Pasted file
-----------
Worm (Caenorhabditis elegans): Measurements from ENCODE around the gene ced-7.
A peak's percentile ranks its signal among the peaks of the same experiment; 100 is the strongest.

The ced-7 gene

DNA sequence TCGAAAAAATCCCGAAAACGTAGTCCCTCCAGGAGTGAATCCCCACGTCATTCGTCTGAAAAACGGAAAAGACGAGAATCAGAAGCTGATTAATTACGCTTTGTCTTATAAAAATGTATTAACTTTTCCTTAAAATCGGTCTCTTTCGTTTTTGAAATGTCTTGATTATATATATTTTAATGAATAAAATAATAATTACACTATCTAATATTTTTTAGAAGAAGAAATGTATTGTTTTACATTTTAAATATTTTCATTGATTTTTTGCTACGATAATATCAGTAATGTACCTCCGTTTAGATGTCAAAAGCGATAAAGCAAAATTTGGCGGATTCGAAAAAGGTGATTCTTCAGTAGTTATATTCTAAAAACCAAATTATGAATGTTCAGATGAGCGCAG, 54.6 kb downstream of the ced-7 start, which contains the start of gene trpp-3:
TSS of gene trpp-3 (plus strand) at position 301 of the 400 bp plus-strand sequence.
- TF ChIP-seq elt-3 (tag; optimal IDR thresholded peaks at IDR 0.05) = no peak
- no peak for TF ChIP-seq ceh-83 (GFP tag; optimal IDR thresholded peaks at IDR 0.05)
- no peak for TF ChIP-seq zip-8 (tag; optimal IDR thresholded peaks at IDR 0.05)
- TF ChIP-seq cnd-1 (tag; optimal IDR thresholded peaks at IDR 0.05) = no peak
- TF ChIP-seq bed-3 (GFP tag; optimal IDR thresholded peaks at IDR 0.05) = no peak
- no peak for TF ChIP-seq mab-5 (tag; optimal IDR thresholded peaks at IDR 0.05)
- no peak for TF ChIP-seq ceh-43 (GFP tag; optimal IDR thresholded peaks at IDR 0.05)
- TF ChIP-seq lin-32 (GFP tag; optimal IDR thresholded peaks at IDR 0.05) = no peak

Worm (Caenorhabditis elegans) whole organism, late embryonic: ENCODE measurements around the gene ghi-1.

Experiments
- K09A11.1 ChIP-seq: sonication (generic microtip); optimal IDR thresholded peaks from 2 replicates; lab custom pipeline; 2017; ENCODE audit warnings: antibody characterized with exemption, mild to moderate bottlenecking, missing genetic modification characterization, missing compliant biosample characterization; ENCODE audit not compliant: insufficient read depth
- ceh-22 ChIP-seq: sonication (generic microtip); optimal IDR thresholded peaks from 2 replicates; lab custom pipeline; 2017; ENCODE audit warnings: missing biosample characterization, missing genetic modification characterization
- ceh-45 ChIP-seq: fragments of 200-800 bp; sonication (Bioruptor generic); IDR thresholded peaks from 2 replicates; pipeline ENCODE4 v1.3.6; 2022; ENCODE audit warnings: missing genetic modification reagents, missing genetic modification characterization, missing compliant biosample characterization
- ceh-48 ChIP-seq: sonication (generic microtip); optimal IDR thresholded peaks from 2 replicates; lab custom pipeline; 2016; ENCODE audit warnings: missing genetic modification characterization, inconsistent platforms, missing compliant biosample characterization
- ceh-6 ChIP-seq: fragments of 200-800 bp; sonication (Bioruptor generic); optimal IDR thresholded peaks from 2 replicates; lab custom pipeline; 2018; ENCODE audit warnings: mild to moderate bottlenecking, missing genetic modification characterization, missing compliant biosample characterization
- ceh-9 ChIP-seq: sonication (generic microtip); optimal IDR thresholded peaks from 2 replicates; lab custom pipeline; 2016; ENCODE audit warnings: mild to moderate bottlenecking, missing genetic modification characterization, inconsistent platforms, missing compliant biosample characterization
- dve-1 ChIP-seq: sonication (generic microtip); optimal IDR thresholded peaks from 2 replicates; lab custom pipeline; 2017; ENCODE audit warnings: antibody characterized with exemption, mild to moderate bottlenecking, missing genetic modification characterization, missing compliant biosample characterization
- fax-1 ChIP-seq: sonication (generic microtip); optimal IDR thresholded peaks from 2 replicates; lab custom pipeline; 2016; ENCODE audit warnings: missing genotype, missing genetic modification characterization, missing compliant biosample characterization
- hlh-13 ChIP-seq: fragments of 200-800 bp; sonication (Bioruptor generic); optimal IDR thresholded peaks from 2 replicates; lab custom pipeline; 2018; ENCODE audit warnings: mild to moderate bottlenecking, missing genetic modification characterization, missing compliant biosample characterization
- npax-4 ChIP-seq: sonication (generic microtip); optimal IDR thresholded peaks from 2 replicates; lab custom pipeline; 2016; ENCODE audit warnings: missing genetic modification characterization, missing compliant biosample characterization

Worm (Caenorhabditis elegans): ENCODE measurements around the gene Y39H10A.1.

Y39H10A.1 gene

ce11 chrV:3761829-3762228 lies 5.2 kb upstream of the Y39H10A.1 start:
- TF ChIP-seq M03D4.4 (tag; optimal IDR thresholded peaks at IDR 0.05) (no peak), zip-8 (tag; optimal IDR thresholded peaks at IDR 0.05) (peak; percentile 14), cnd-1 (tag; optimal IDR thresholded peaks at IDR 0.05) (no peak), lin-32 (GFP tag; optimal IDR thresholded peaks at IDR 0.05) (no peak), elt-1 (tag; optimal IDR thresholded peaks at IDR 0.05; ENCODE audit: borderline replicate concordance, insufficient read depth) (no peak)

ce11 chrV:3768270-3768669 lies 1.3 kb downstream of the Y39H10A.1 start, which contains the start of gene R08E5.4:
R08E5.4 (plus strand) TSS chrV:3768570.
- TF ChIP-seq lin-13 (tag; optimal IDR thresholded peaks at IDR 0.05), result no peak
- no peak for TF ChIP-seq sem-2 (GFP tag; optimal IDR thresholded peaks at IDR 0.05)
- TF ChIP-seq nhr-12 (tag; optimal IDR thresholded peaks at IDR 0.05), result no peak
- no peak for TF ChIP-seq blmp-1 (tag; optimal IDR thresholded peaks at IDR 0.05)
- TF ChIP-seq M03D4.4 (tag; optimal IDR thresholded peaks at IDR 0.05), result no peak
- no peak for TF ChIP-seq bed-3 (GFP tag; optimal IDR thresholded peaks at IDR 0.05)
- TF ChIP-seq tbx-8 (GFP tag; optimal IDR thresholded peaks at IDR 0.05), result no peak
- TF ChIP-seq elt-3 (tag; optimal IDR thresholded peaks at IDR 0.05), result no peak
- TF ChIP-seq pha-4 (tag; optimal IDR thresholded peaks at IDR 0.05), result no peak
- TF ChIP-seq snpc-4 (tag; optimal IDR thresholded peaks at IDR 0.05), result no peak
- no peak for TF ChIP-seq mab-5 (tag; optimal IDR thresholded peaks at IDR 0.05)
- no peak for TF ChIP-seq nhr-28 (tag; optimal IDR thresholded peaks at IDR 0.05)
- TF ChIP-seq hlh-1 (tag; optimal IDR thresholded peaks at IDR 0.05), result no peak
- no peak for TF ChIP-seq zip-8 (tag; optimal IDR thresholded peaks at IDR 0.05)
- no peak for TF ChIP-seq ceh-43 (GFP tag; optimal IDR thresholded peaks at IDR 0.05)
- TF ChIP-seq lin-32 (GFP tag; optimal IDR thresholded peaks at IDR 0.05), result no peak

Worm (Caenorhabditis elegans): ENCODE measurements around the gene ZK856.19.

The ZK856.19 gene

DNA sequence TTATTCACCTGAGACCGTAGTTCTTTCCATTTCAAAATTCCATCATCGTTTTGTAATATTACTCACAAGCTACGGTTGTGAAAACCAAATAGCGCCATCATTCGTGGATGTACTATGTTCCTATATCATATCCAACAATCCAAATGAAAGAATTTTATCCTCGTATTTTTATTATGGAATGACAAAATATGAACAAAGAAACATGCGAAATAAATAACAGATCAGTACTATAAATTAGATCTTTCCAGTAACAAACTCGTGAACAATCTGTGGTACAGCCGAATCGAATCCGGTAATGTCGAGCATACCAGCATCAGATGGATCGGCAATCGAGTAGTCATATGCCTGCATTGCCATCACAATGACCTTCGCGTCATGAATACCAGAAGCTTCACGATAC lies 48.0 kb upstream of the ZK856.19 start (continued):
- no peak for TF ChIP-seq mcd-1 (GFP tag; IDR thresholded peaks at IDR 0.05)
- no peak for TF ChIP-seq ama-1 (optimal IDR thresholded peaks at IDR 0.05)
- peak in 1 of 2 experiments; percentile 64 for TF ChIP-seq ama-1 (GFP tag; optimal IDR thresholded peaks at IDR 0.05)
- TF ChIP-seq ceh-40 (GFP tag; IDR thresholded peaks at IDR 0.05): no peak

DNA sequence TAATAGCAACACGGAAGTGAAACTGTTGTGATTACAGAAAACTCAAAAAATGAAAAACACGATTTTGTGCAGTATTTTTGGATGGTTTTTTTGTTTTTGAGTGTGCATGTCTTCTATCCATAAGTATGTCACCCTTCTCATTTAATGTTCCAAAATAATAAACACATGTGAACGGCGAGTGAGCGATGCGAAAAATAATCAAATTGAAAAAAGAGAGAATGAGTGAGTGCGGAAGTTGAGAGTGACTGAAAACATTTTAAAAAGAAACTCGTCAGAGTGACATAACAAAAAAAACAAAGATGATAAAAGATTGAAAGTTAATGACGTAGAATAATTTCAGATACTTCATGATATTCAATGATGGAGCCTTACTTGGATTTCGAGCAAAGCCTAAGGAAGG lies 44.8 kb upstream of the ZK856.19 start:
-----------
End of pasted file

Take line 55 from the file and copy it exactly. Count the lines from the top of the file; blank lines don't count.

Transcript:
DNA sequence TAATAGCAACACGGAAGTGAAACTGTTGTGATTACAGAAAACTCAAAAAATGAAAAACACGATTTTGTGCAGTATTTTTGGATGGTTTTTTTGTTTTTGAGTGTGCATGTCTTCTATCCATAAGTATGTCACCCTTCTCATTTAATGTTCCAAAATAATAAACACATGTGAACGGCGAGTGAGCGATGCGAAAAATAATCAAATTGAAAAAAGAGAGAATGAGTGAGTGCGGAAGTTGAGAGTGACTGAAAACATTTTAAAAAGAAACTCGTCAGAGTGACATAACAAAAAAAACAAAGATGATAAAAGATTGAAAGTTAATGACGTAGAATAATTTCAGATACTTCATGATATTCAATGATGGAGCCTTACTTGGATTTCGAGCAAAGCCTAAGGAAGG lies 44.8 kb upstream of the ZK856.19 start: